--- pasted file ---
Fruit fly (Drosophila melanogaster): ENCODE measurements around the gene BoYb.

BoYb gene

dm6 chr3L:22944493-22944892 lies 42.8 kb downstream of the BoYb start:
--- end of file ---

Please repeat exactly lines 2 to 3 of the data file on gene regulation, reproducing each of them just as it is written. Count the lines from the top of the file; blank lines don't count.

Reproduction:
BoYb gene

dm6 chr3L:22944493-22944892 lies 42.8 kb downstream of the BoYb start: